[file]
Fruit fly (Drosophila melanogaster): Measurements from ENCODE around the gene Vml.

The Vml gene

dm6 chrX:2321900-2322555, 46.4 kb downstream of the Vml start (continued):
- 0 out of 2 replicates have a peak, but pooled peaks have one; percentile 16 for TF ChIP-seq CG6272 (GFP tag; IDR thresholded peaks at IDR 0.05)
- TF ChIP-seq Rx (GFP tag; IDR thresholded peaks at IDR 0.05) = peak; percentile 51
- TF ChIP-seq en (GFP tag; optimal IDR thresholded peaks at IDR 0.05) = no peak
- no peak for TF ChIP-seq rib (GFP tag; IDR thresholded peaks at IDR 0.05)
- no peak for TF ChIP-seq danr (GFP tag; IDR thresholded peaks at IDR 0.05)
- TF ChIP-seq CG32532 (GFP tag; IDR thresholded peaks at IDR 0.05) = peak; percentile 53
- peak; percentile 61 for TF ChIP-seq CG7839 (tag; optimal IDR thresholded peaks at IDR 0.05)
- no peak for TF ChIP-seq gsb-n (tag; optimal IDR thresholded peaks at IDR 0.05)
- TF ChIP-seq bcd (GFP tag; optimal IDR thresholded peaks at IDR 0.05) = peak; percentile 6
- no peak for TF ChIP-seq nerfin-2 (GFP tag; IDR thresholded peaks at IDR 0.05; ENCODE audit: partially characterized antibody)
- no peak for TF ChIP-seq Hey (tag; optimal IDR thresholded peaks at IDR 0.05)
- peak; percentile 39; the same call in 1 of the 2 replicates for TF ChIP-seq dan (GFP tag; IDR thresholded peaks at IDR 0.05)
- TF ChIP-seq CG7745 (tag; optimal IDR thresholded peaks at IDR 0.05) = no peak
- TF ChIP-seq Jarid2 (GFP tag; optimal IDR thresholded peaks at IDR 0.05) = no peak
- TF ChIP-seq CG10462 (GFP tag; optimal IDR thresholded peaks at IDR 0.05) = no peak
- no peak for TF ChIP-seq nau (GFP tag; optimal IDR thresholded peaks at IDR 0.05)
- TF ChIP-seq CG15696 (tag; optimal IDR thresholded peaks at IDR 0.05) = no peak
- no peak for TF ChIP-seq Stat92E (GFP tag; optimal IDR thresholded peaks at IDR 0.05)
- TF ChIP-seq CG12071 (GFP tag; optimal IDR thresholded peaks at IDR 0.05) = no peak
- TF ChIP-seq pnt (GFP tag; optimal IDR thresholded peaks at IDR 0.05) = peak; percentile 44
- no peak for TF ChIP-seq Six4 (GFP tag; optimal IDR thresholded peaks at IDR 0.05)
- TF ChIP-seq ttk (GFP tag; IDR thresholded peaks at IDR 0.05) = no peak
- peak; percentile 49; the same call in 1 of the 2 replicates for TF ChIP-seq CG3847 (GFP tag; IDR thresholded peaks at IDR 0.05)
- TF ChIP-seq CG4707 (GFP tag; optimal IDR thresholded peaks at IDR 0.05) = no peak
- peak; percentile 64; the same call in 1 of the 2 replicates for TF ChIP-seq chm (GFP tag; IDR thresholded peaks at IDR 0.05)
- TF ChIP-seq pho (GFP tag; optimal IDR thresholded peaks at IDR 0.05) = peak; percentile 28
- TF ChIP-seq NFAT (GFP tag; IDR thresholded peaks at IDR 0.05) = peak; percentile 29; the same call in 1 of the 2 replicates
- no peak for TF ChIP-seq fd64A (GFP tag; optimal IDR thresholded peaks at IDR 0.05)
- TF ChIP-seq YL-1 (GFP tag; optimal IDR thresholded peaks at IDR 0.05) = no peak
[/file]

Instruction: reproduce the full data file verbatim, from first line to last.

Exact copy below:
Fruit fly (Drosophila melanogaster): Measurements from ENCODE around the gene Vml.

The Vml gene

dm6 chrX:2321900-2322555, 46.4 kb downstream of the Vml start (continued):
- 0 out of 2 replicates have a peak, but pooled peaks have one; percentile 16 for TF ChIP-seq CG6272 (GFP tag; IDR thresholded peaks at IDR 0.05)
- TF ChIP-seq Rx (GFP tag; IDR thresholded peaks at IDR 0.05) = peak; percentile 51
- TF ChIP-seq en (GFP tag; optimal IDR thresholded peaks at IDR 0.05) = no peak
- no peak for TF ChIP-seq rib (GFP tag; IDR thresholded peaks at IDR 0.05)
- no peak for TF ChIP-seq danr (GFP tag; IDR thresholded peaks at IDR 0.05)
- TF ChIP-seq CG32532 (GFP tag; IDR thresholded peaks at IDR 0.05) = peak; percentile 53
- peak; percentile 61 for TF ChIP-seq CG7839 (tag; optimal IDR thresholded peaks at IDR 0.05)
- no peak for TF ChIP-seq gsb-n (tag; optimal IDR thresholded peaks at IDR 0.05)
- TF ChIP-seq bcd (GFP tag; optimal IDR thresholded peaks at IDR 0.05) = peak; percentile 6
- no peak for TF ChIP-seq nerfin-2 (GFP tag; IDR thresholded peaks at IDR 0.05; ENCODE audit: partially characterized antibody)
- no peak for TF ChIP-seq Hey (tag; optimal IDR thresholded peaks at IDR 0.05)
- peak; percentile 39; the same call in 1 of the 2 replicates for TF ChIP-seq dan (GFP tag; IDR thresholded peaks at IDR 0.05)
- TF ChIP-seq CG7745 (tag; optimal IDR thresholded peaks at IDR 0.05) = no peak
- TF ChIP-seq Jarid2 (GFP tag; optimal IDR thresholded peaks at IDR 0.05) = no peak
- TF ChIP-seq CG10462 (GFP tag; optimal IDR thresholded peaks at IDR 0.05) = no peak
- no peak for TF ChIP-seq nau (GFP tag; optimal IDR thresholded peaks at IDR 0.05)
- TF ChIP-seq CG15696 (tag; optimal IDR thresholded peaks at IDR 0.05) = no peak
- no peak for TF ChIP-seq Stat92E (GFP tag; optimal IDR thresholded peaks at IDR 0.05)
- TF ChIP-seq CG12071 (GFP tag; optimal IDR thresholded peaks at IDR 0.05) = no peak
- TF ChIP-seq pnt (GFP tag; optimal IDR thresholded peaks at IDR 0.05) = peak; percentile 44
- no peak for TF ChIP-seq Six4 (GFP tag; optimal IDR thresholded peaks at IDR 0.05)
- TF ChIP-seq ttk (GFP tag; IDR thresholded peaks at IDR 0.05) = no peak
- peak; percentile 49; the same call in 1 of the 2 replicates for TF ChIP-seq CG3847 (GFP tag; IDR thresholded peaks at IDR 0.05)
- TF ChIP-seq CG4707 (GFP tag; optimal IDR thresholded peaks at IDR 0.05) = no peak
- peak; percentile 64; the same call in 1 of the 2 replicates for TF ChIP-seq chm (GFP tag; IDR thresholded peaks at IDR 0.05)
- TF ChIP-seq pho (GFP tag; optimal IDR thresholded peaks at IDR 0.05) = peak; percentile 28
- TF ChIP-seq NFAT (GFP tag; IDR thresholded peaks at IDR 0.05) = peak; percentile 29; the same call in 1 of the 2 replicates
- no peak for TF ChIP-seq fd64A (GFP tag; optimal IDR thresholded peaks at IDR 0.05)
- TF ChIP-seq YL-1 (GFP tag; optimal IDR thresholded peaks at IDR 0.05) = no peak